UMass-Amherst econ prof Nancy Folbre was a guest economist on the New York Times‘s Economix blog yesterday. Here is her post.
Willing to invest for the long term? Looking for a socially responsible growth industry offering consistently high returns? Want to “buy American” and create domestic jobs without discouraging international trade? Consider the benefits of public investments in early childhood education.
Critics of proposed increases to Head Start in the House stimulus bill labeled them porky pet projects. But many economists argue that those forms of spending represent a very big collective piggy bank. Spending on programs specifically designed to provide high-quality early education—especially for children in low-income families—yields significant and measurable economic benefits.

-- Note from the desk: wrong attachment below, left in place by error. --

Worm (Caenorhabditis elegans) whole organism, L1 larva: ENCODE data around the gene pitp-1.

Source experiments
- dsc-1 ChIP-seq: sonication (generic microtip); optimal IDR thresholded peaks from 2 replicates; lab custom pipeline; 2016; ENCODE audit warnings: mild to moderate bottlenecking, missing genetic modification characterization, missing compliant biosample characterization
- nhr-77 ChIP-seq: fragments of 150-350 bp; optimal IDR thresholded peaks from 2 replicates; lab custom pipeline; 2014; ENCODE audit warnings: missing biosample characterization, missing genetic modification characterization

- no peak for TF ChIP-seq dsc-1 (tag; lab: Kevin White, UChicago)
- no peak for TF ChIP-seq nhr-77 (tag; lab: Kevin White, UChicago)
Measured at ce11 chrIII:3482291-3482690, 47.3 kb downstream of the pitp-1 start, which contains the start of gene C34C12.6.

W. Steven Barnett, the director of the National Institute for Early Education Research, and other education experts have been making this argument for years. The University of Chicago economist and Nobel Prize winner James Heckman puts his reputation on the line for it, mobilizing a tremendous amount of evidence on the impact of model programs on children’s cognitive skills and personality traits like conscientiousness. As he puts it, “learning begets learning.”
Reading though his dense, 100-plus-page PowerPoint presentations will make you wish you had attended a better pre-school. His estimate of the average rate of return—explained below—recalls a number that stockbrokers once promised us we could get in our private retirement accounts: 12 percent per annum.
Read the rest of the post.